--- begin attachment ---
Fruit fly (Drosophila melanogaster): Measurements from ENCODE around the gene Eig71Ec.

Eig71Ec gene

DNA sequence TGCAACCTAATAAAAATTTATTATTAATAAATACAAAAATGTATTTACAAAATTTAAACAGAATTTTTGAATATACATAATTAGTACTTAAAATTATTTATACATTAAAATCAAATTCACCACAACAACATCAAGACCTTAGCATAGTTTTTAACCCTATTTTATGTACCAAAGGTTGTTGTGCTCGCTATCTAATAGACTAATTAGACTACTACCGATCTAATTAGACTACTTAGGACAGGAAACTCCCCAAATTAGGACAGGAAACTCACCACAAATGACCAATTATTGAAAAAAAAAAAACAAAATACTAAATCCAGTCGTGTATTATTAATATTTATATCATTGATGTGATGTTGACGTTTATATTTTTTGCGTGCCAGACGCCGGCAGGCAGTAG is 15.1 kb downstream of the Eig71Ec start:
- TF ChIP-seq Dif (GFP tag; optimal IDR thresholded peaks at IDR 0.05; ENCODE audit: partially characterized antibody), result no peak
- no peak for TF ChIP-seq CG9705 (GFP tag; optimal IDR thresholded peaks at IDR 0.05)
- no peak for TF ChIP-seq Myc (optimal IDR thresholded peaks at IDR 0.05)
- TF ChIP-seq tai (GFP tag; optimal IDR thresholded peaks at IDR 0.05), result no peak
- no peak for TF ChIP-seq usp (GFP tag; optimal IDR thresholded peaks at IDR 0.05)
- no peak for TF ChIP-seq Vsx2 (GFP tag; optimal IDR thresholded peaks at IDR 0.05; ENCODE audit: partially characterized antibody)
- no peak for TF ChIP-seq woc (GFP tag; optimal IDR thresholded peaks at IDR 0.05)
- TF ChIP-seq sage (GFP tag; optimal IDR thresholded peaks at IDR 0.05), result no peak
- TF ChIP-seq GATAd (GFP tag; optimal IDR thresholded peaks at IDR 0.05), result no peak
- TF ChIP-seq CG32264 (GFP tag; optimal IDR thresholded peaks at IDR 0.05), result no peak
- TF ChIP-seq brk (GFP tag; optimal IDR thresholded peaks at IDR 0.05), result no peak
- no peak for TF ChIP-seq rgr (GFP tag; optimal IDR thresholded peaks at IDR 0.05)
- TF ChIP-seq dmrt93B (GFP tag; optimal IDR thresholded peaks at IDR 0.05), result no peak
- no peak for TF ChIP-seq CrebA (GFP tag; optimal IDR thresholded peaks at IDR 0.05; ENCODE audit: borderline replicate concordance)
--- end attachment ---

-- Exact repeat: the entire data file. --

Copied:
Fruit fly (Drosophila melanogaster): Measurements from ENCODE around the gene Eig71Ec.

Eig71Ec gene

DNA sequence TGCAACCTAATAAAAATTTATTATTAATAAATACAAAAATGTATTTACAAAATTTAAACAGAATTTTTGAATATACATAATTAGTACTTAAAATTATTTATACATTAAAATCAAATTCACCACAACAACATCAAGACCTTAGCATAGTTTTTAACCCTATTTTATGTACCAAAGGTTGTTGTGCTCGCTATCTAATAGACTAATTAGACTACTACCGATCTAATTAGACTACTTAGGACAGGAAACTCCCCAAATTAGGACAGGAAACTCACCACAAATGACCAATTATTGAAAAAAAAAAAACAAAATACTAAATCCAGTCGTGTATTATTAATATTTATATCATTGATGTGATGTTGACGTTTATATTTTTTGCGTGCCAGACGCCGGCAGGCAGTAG is 15.1 kb downstream of the Eig71Ec start:
- TF ChIP-seq Dif (GFP tag; optimal IDR thresholded peaks at IDR 0.05; ENCODE audit: partially characterized antibody), result no peak
- no peak for TF ChIP-seq CG9705 (GFP tag; optimal IDR thresholded peaks at IDR 0.05)
- no peak for TF ChIP-seq Myc (optimal IDR thresholded peaks at IDR 0.05)
- TF ChIP-seq tai (GFP tag; optimal IDR thresholded peaks at IDR 0.05), result no peak
- no peak for TF ChIP-seq usp (GFP tag; optimal IDR thresholded peaks at IDR 0.05)
- no peak for TF ChIP-seq Vsx2 (GFP tag; optimal IDR thresholded peaks at IDR 0.05; ENCODE audit: partially characterized antibody)
- no peak for TF ChIP-seq woc (GFP tag; optimal IDR thresholded peaks at IDR 0.05)
- TF ChIP-seq sage (GFP tag; optimal IDR thresholded peaks at IDR 0.05), result no peak
- TF ChIP-seq GATAd (GFP tag; optimal IDR thresholded peaks at IDR 0.05), result no peak
- TF ChIP-seq CG32264 (GFP tag; optimal IDR thresholded peaks at IDR 0.05), result no peak
- TF ChIP-seq brk (GFP tag; optimal IDR thresholded peaks at IDR 0.05), result no peak
- no peak for TF ChIP-seq rgr (GFP tag; optimal IDR thresholded peaks at IDR 0.05)
- TF ChIP-seq dmrt93B (GFP tag; optimal IDR thresholded peaks at IDR 0.05), result no peak
- no peak for TF ChIP-seq CrebA (GFP tag; optimal IDR thresholded peaks at IDR 0.05; ENCODE audit: borderline replicate concordance)